Thursday 14 March 2019

Found Art/Found Poetry

Found art is a type of art that uses ordinary objects in the same way that more deliberately created art is treated. The Tate Gallery has a fantastic explanation of found art objects, including many examples of found art.

The idea is that all objects can be considered art, especially if they are put in a context that makes them art. When people collect sea glass, for example, or display a piece of driftwood they like, they are creating found art objects. A toddler's scribbles framed and mounted in a nursery, pretty buttons arranged in a row on a shelf, or an antique hoe put in the backyard for display, all are examples of found art. Other artists alter the found art objects, such as using them as parts of a larger work.

I have created a work using found objects, an acorn and a paintbrush. I don't consider the photograph to be part of the art, by the way, though I could have if I intended to frame the photo and display that.

V. Zenari. Acorn and Paintbrush

I like the balancing trick, and I like the lighting around the acorn (shadows below the brush and on most of the acorn).

People's homes are full of found objects treated as art. People may be more sceptical of found art when it put in an art museum with a person's name and a title, as though that person shaped that object rather than found it in a flea market or even lying in a garbage heap. Dada artists often did this kind of thing: Marcel Duchamp's Fountain (an unmounted urinal) is a good example.

Found poetry is a subset of found art. It is poetry created by words created for some other purpose than poetry.  To see some examples of found poetry, visit The Academy of American Poets website or
this discussion from The Guardian.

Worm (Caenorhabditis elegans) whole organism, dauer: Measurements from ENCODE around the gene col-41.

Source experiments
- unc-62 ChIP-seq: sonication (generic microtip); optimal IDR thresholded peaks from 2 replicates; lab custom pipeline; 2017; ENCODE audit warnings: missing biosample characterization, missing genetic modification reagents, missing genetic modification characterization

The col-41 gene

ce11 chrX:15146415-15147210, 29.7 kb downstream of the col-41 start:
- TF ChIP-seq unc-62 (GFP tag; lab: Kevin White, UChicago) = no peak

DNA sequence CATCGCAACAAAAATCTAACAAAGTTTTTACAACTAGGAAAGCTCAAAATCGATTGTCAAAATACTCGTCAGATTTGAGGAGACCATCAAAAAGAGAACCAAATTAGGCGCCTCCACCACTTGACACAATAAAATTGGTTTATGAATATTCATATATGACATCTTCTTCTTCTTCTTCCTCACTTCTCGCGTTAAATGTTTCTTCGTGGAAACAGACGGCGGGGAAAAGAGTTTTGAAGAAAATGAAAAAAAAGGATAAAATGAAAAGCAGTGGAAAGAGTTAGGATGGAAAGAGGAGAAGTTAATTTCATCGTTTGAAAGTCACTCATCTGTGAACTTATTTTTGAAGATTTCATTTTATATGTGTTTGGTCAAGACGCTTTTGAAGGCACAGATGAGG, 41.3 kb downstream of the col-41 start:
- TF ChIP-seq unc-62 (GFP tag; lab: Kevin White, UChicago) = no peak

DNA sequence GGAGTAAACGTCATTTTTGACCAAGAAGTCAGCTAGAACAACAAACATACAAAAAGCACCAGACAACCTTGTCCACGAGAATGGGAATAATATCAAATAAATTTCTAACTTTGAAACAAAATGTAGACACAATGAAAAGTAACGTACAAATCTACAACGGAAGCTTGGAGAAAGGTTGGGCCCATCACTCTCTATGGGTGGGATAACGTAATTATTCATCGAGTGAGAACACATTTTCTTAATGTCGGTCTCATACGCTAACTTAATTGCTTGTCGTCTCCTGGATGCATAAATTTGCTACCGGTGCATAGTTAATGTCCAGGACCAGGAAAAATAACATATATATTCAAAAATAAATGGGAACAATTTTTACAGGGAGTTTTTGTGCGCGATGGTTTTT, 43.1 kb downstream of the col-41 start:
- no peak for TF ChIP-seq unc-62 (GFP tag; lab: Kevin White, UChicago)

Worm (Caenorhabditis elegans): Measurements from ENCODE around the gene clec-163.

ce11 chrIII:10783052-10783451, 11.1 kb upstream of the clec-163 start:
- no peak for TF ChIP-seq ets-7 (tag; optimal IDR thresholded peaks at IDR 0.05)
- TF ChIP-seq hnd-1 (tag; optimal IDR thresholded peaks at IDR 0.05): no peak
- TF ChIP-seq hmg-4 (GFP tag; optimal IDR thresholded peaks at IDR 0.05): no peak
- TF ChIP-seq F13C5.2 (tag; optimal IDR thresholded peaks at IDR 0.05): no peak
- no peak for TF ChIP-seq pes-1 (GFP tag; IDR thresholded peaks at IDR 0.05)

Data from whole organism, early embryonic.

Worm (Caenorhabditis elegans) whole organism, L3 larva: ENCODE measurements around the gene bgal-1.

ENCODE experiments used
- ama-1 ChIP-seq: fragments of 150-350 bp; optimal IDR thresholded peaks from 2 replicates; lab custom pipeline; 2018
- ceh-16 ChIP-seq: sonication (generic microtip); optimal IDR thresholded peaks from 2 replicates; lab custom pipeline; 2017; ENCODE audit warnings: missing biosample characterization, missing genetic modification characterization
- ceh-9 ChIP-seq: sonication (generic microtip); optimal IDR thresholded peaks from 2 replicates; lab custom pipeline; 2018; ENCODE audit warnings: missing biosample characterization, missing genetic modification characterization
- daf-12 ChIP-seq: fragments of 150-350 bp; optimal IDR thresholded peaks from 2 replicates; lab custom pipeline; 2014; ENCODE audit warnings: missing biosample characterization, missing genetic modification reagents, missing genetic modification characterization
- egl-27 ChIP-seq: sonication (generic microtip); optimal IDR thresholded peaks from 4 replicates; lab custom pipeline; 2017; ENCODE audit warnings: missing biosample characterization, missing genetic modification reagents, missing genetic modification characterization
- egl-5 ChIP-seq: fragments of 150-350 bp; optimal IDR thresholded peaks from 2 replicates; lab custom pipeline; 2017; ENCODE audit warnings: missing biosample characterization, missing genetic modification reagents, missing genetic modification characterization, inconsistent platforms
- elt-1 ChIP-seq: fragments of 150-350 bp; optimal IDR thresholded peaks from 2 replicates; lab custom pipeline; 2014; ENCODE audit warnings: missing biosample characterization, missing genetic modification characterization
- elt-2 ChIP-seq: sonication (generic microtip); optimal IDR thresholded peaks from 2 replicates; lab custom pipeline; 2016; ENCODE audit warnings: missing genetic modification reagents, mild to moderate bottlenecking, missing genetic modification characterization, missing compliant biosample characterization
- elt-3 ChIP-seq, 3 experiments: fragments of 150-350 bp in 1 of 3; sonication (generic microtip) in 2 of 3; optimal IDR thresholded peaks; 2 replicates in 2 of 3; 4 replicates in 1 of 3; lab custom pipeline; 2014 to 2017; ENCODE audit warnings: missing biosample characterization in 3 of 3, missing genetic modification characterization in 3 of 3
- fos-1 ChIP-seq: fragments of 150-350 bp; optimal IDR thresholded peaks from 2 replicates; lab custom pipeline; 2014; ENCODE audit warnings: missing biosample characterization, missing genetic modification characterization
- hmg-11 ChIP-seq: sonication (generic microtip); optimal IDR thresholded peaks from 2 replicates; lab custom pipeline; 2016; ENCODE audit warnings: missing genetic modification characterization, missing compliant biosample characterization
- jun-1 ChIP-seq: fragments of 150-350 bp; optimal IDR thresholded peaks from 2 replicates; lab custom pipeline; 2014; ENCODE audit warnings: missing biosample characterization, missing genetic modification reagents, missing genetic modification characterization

One can format or edit a text in its entirety, or use pieces of different texts to make a collage of some sort. Verbatim is an online magazine that accepts only found poetry.

For me, I worry about copyright. But if the original is in the public domain (for example, is really old), or if you created or transcribed somehow the original words yourself, I don't see any trouble with reusing texts created from other texts.

Below is a found poem of mine that uses word from Julia Ward Howe's "Battle Hymn of the Republic," which first appeared in the Atlantic Monthly in Feburary 1862. 


Be Jubilant

Since the truth is tramping on our hearts
Let us die transfigured in my bosom
like the lilies in the evening
read the glory of their beauty in the dim
My soul answers holy the fiery gospel
at the heels of love’s terrible free sword.
Be swift, circle the camp where the lamps flare
Build an altar to us where lightning fires and
sifts the burnished steel of affection’s battle

Never retreat

Hymn to us, fateful coming
with the sentence of grace

Answer my writ

Crush me


I wrote another found poem using the simple method that Verbatim suggests: take a text not intended to be a poem and format it like a poem by adding line breaks. I used an an old template for a corset advertisement in the Dry Goods Book, a marketing manual the Emergence of American Advertising 1850-1920 digital collection at Duke University.

The Way a Corset Is Made

The way a corset is made
has everything to do with
its comfort, appearance, 
wear. The ——
corset is made of
good materials and is
flexible. That’s the
of success. It will adapt itself to
any form, as if the
wearer were
into it. It couldn’t fit
better. The flexibility makes it fit
perfectly. It makes it
comfortable. It makes it
economical. The price is $ ——.

There is no
corset made which will give
the same amount of
satisfaction, wear, and
for the